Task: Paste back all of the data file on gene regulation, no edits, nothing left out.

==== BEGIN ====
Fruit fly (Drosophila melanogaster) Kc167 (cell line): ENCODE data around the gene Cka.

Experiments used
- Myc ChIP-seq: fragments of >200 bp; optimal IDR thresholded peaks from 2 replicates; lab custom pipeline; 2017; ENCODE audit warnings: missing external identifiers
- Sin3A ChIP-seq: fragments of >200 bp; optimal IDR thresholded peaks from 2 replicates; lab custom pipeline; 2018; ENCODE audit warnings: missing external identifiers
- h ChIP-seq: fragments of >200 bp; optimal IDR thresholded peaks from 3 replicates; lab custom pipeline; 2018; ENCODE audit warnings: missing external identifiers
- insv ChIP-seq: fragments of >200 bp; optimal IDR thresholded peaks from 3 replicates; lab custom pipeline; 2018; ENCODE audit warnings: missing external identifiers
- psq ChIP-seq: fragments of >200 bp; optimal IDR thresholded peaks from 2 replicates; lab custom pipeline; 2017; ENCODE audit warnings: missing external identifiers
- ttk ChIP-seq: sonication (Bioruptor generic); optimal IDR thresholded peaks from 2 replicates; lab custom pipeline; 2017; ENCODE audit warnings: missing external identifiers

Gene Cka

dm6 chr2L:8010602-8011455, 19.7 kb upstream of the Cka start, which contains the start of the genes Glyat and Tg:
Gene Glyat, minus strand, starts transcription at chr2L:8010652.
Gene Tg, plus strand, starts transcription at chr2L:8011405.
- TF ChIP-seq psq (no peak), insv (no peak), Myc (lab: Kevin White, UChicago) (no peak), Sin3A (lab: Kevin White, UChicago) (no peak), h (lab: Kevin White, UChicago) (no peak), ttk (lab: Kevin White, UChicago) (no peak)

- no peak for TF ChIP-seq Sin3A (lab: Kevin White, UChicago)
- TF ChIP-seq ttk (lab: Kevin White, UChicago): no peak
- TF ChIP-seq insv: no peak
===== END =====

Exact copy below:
Fruit fly (Drosophila melanogaster) Kc167 (cell line): ENCODE data around the gene Cka.

Experiments used
- Myc ChIP-seq: fragments of >200 bp; optimal IDR thresholded peaks from 2 replicates; lab custom pipeline; 2017; ENCODE audit warnings: missing external identifiers
- Sin3A ChIP-seq: fragments of >200 bp; optimal IDR thresholded peaks from 2 replicates; lab custom pipeline; 2018; ENCODE audit warnings: missing external identifiers
- h ChIP-seq: fragments of >200 bp; optimal IDR thresholded peaks from 3 replicates; lab custom pipeline; 2018; ENCODE audit warnings: missing external identifiers
- insv ChIP-seq: fragments of >200 bp; optimal IDR thresholded peaks from 3 replicates; lab custom pipeline; 2018; ENCODE audit warnings: missing external identifiers
- psq ChIP-seq: fragments of >200 bp; optimal IDR thresholded peaks from 2 replicates; lab custom pipeline; 2017; ENCODE audit warnings: missing external identifiers
- ttk ChIP-seq: sonication (Bioruptor generic); optimal IDR thresholded peaks from 2 replicates; lab custom pipeline; 2017; ENCODE audit warnings: missing external identifiers

Gene Cka

dm6 chr2L:8010602-8011455, 19.7 kb upstream of the Cka start, which contains the start of the genes Glyat and Tg:
Gene Glyat, minus strand, starts transcription at chr2L:8010652.
Gene Tg, plus strand, starts transcription at chr2L:8011405.
- TF ChIP-seq psq (no peak), insv (no peak), Myc (lab: Kevin White, UChicago) (no peak), Sin3A (lab: Kevin White, UChicago) (no peak), h (lab: Kevin White, UChicago) (no peak), ttk (lab: Kevin White, UChicago) (no peak)

- no peak for TF ChIP-seq Sin3A (lab: Kevin White, UChicago)
- TF ChIP-seq ttk (lab: Kevin White, UChicago): no peak
- TF ChIP-seq insv: no peak